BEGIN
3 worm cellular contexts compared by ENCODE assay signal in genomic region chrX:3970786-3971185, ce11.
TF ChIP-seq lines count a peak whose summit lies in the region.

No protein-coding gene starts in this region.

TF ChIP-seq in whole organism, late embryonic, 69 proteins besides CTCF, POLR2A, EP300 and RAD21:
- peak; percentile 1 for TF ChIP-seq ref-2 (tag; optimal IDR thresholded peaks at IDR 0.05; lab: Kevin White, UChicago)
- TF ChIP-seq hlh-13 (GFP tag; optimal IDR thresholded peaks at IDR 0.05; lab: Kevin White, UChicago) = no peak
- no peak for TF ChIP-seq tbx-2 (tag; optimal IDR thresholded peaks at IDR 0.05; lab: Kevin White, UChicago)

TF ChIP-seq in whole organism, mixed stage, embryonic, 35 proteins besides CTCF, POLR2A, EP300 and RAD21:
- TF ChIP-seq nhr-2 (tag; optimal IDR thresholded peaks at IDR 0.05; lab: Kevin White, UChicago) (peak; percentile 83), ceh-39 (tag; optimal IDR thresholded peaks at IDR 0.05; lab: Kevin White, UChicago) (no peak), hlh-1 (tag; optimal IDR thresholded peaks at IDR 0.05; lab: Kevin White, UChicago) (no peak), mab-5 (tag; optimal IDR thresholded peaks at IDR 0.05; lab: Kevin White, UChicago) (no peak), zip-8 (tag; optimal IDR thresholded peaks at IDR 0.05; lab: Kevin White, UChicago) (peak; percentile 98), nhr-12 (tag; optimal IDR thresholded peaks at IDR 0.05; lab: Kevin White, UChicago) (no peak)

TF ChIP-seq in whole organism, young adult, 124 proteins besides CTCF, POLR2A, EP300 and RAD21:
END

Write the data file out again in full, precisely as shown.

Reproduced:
3 worm cellular contexts compared by ENCODE assay signal in genomic region chrX:3970786-3971185, ce11.
TF ChIP-seq lines count a peak whose summit lies in the region.

No protein-coding gene starts in this region.

TF ChIP-seq in whole organism, late embryonic, 69 proteins besides CTCF, POLR2A, EP300 and RAD21:
- peak; percentile 1 for TF ChIP-seq ref-2 (tag; optimal IDR thresholded peaks at IDR 0.05; lab: Kevin White, UChicago)
- TF ChIP-seq hlh-13 (GFP tag; optimal IDR thresholded peaks at IDR 0.05; lab: Kevin White, UChicago) = no peak
- no peak for TF ChIP-seq tbx-2 (tag; optimal IDR thresholded peaks at IDR 0.05; lab: Kevin White, UChicago)

TF ChIP-seq in whole organism, mixed stage, embryonic, 35 proteins besides CTCF, POLR2A, EP300 and RAD21:
- TF ChIP-seq nhr-2 (tag; optimal IDR thresholded peaks at IDR 0.05; lab: Kevin White, UChicago) (peak; percentile 83), ceh-39 (tag; optimal IDR thresholded peaks at IDR 0.05; lab: Kevin White, UChicago) (no peak), hlh-1 (tag; optimal IDR thresholded peaks at IDR 0.05; lab: Kevin White, UChicago) (no peak), mab-5 (tag; optimal IDR thresholded peaks at IDR 0.05; lab: Kevin White, UChicago) (no peak), zip-8 (tag; optimal IDR thresholded peaks at IDR 0.05; lab: Kevin White, UChicago) (peak; percentile 98), nhr-12 (tag; optimal IDR thresholded peaks at IDR 0.05; lab: Kevin White, UChicago) (no peak)

TF ChIP-seq in whole organism, young adult, 124 proteins besides CTCF, POLR2A, EP300 and RAD21: